They mix chemicals in a process called, “compounding.” They interact with a simulated human and learn something about medicinal chemistry, toxicology and intricate calculations. Despite the image that these activities might conjure up, they’re not aspiring wizards. They’re aspiring pharmacists!
More than 60 high school students from across the U.S. and Puerto Rico, learned about patient diagnoses from SimMan, a human replica that can be programmed for an array of diseases and conditions. They grabbed mortar and pestle for lessons in compounding, customizing medications to meet a patient’s needs. For students interested in science and math, and possibly a career in health care, the week of June 25-29 spent at the UF College of Pharmacy was less like school and more like a vacation.
Orange High School seniors Nadia Mirfendereski and Noa Breitman, from northeastern Ohio, listened to iTunes while waiting for Ryan Schneider’s presentation on undergraduate research opportunities.
“I learned about this pharmacy camp from my school counselor,” said Mirfendereski. “It sounded interesting, so I told Noa about it. We came here together.”
Camp coordinators Suzanne Crouch and Cynthia Fitzpatrick knew it was important to keep a balance between information and fun for these high-achieving campers. After several years of planning the annual camp, they’ve gotten pretty good at it. Groups moved from participating in a computer exercise … blindfolded, to sessions on pharmaceutical calculations, drug evaluations and the timely topic of substance abuse.
“In the 20th century we treated disease. In the 21st century we treat patients,” said Alexander Vaglenov, Ph.D., in a presentation about undergraduate participation in cancer research. He defined the term “genotoxicity,” and asked the camper audience if drugs could affect DNA. Some took notes and some just thought.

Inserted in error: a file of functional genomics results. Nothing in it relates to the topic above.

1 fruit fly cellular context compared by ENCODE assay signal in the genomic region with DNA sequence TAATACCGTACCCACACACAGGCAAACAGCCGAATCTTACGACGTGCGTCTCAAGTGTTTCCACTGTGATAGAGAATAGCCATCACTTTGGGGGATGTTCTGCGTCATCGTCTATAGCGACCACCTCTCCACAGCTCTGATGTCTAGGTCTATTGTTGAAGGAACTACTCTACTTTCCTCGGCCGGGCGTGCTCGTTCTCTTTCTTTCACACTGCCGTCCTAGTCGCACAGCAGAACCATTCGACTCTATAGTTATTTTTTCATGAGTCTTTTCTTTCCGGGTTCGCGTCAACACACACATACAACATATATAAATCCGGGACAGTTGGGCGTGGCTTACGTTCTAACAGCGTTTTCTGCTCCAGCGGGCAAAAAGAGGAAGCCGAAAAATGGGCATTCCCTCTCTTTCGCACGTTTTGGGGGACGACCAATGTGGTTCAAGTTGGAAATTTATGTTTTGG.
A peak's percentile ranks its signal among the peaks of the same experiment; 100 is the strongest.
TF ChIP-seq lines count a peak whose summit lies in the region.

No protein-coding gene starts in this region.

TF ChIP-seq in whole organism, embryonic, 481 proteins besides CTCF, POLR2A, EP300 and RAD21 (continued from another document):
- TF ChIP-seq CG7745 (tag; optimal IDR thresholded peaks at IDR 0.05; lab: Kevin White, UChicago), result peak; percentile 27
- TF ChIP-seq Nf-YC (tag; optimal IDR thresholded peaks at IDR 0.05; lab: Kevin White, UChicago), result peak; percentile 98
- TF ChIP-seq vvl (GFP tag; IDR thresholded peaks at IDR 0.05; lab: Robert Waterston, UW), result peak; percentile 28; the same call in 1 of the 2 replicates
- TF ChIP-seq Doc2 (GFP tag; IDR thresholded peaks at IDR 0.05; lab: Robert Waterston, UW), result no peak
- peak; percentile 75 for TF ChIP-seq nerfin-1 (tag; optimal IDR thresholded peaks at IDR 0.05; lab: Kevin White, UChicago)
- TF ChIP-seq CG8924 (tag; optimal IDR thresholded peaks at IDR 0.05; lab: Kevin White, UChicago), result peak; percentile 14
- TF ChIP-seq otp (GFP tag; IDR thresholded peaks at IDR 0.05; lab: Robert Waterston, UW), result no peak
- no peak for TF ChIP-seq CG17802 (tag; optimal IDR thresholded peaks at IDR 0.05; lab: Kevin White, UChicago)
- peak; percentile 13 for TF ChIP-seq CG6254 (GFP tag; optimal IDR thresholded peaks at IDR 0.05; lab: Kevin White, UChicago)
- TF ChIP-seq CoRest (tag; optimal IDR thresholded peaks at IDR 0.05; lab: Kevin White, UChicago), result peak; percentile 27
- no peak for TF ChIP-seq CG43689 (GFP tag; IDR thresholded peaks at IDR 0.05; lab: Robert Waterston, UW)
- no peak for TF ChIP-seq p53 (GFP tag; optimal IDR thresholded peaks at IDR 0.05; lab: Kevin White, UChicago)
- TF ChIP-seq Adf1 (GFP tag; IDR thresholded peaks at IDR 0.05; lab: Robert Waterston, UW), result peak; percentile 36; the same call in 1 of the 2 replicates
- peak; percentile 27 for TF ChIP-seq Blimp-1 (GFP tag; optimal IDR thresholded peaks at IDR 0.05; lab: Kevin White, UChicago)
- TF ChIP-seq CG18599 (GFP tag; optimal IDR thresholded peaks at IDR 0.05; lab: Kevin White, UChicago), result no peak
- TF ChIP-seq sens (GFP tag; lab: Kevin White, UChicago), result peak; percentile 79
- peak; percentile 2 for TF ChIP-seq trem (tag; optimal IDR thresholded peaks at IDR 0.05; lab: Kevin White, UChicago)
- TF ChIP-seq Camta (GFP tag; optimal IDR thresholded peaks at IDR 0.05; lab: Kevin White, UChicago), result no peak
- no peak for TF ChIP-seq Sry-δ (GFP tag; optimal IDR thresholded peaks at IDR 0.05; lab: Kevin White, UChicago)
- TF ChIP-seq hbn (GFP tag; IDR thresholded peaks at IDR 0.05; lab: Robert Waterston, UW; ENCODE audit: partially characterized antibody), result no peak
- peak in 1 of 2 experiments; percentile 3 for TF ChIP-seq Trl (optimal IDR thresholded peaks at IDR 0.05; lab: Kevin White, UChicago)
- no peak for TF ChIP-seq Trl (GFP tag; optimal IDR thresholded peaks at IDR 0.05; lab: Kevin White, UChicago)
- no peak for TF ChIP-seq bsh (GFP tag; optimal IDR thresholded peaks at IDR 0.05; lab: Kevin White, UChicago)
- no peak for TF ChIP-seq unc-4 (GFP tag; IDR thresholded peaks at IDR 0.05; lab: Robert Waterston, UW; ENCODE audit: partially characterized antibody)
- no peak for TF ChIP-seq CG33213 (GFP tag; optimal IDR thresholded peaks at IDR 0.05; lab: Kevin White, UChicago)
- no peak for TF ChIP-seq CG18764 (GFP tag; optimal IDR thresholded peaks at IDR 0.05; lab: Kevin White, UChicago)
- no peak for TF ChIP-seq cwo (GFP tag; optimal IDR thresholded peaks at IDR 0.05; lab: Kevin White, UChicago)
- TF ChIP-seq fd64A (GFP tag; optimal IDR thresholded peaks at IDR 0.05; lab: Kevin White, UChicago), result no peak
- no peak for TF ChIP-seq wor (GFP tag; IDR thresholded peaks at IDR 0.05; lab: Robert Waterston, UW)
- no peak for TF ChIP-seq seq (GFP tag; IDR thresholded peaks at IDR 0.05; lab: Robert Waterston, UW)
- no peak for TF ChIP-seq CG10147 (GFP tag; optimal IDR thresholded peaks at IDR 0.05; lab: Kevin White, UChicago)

“It’s been good learning more about the University of Findlay Campus and especially the College of Pharmacy Building,” added Michael Leonard, a Findlay High School senior. Leonard is seriously considering applying to a pharmacy program.
Tim Burkart and Tonya Dauterman, both Pharm.D’s, casually discussed some of their academic and clinical experiences with a roomful of campers.
“The most valuable thing you can do at this point is to shadow someone in the profession,” advised Dauterman. “If you apply to a pharmacy program, they will ask you what kind of experience you’ve had. Volunteering at a hospital and even this camp will give you that little extra edge.”
Many of the campers were surprised to learn the scope of a career in pharmacy. With the role of the pharmacist expanding, campers heard about working in hospitals, providing counseling to patients with chronic illnesses, doing wellness checks and giving injections, and even working in animal pharmaceuticals.
On Thursday, June 29, campers attended a closing ceremony at 2 p.m. and several stayed for interviews with admissions counselors and pharmacy faculty. They were hoping that next year, they could be returning, not as campers, but as first year students.